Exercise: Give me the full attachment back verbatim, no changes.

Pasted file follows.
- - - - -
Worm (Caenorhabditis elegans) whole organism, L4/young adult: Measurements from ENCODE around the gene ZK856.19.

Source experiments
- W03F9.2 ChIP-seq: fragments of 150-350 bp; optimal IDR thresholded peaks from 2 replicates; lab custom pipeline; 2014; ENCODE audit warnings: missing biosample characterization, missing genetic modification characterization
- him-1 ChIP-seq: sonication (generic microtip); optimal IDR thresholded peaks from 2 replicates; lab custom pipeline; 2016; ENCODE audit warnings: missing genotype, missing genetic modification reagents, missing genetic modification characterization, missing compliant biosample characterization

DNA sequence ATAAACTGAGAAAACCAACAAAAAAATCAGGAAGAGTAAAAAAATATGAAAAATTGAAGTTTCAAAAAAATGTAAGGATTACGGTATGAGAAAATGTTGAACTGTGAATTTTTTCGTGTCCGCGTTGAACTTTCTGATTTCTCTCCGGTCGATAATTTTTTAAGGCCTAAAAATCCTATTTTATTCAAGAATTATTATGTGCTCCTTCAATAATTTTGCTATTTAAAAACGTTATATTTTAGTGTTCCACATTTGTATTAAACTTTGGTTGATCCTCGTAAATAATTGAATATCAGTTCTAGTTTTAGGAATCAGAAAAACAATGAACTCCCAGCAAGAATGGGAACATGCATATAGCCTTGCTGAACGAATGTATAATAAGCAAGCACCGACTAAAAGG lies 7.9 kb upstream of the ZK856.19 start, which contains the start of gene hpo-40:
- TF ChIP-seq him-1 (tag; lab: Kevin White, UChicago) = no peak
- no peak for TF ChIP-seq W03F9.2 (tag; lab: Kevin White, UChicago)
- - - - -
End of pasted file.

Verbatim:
Worm (Caenorhabditis elegans) whole organism, L4/young adult: Measurements from ENCODE around the gene ZK856.19.

Source experiments
- W03F9.2 ChIP-seq: fragments of 150-350 bp; optimal IDR thresholded peaks from 2 replicates; lab custom pipeline; 2014; ENCODE audit warnings: missing biosample characterization, missing genetic modification characterization
- him-1 ChIP-seq: sonication (generic microtip); optimal IDR thresholded peaks from 2 replicates; lab custom pipeline; 2016; ENCODE audit warnings: missing genotype, missing genetic modification reagents, missing genetic modification characterization, missing compliant biosample characterization

DNA sequence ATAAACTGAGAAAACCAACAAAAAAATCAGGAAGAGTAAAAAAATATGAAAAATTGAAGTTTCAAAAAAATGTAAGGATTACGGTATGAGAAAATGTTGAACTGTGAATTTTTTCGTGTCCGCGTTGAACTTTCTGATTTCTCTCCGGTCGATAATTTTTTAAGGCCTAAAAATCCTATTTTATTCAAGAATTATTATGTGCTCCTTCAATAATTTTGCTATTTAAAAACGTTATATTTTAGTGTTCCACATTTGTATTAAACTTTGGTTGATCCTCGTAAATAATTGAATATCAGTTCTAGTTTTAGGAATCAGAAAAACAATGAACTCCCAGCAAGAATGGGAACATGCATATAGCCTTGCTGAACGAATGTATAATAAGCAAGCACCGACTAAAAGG lies 7.9 kb upstream of the ZK856.19 start, which contains the start of gene hpo-40:
- TF ChIP-seq him-1 (tag; lab: Kevin White, UChicago) = no peak
- no peak for TF ChIP-seq W03F9.2 (tag; lab: Kevin White, UChicago)